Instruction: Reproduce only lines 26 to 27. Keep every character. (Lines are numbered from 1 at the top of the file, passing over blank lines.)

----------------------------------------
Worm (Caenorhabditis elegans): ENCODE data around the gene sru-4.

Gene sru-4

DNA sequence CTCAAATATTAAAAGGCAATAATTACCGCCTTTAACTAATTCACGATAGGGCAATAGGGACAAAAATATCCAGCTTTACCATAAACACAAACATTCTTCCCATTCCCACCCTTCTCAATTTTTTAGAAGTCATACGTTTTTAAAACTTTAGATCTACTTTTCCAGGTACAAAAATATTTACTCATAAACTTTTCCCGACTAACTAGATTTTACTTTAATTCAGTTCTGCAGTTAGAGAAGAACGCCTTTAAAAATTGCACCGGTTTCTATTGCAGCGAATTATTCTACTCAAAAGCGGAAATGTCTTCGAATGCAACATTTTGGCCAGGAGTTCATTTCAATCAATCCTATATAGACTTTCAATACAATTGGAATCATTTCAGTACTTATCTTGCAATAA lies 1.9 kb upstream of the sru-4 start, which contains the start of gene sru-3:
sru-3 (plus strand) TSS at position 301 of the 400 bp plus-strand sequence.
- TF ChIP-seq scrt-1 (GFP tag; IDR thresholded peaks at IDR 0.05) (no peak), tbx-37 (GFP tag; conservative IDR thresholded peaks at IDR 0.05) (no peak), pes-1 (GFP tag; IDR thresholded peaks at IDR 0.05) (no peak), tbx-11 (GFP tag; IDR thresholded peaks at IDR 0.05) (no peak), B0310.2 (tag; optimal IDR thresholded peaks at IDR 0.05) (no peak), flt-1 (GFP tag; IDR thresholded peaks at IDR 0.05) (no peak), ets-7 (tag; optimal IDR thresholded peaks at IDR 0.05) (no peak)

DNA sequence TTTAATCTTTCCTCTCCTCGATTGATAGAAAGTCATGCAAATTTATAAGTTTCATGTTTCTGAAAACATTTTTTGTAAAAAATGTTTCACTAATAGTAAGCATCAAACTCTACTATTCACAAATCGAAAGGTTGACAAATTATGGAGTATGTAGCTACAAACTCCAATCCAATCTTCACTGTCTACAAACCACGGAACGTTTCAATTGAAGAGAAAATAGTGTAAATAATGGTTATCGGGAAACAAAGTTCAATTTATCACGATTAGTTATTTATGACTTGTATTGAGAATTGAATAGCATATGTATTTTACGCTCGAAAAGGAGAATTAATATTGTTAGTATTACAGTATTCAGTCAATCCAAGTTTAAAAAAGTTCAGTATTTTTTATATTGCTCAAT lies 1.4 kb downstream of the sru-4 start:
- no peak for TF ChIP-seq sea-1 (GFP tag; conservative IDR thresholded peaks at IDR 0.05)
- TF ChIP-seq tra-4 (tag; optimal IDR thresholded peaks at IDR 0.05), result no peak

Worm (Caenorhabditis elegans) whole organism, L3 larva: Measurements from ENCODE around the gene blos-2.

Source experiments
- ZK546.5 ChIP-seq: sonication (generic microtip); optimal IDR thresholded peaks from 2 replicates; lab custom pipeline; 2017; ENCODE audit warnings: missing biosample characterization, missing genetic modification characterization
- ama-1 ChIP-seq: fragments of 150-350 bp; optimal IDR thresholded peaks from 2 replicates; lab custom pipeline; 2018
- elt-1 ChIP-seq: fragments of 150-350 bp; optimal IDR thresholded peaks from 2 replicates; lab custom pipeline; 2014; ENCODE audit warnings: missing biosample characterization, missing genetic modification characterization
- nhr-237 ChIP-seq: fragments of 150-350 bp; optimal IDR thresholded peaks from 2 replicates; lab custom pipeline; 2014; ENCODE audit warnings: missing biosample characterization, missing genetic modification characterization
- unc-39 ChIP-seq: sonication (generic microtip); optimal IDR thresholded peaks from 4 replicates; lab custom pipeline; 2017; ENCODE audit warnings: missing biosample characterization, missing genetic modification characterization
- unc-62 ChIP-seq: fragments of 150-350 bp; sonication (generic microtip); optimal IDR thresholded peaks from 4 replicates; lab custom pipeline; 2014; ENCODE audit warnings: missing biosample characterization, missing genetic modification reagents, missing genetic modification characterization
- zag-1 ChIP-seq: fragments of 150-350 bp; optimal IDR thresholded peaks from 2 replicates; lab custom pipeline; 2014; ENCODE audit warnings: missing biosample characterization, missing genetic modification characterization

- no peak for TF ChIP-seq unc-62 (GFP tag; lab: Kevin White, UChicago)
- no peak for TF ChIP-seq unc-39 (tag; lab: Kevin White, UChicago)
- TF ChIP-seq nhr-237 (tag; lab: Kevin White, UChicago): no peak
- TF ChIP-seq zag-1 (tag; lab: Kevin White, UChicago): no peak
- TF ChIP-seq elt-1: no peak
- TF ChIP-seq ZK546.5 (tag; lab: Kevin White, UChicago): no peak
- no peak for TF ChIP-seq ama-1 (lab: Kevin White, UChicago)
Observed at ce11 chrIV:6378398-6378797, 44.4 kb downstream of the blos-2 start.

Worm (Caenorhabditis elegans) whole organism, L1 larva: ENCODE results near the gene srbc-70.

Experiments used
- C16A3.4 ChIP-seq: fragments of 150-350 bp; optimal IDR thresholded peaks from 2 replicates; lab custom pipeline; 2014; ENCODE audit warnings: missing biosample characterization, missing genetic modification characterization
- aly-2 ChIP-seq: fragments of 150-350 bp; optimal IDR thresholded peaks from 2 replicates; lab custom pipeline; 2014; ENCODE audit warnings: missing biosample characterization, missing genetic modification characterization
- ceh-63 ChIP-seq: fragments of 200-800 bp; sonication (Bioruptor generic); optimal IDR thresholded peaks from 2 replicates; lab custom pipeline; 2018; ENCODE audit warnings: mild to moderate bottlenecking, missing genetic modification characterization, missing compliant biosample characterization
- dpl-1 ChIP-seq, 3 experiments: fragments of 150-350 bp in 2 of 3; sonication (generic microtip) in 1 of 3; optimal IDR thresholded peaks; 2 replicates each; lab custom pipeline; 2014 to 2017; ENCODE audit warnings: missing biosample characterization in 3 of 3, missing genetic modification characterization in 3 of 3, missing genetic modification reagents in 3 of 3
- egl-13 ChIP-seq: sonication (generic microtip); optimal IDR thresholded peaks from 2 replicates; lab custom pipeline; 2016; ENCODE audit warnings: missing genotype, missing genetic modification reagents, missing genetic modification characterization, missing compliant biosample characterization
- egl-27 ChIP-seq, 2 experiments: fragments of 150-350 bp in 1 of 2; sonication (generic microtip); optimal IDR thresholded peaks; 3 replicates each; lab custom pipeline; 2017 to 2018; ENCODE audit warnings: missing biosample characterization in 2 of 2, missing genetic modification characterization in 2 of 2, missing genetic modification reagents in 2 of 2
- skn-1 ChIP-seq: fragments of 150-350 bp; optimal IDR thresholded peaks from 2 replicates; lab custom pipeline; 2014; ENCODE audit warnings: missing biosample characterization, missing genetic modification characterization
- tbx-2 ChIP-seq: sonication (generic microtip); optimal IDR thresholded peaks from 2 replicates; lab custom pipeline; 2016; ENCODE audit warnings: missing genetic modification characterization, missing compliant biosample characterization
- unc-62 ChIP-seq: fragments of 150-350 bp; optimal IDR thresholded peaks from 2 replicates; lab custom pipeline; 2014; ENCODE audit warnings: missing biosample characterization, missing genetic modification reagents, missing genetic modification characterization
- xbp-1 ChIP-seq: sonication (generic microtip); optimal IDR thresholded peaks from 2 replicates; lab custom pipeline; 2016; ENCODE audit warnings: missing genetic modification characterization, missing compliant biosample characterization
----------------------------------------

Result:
Worm (Caenorhabditis elegans) whole organism, L1 larva: ENCODE results near the gene srbc-70.

Experiments used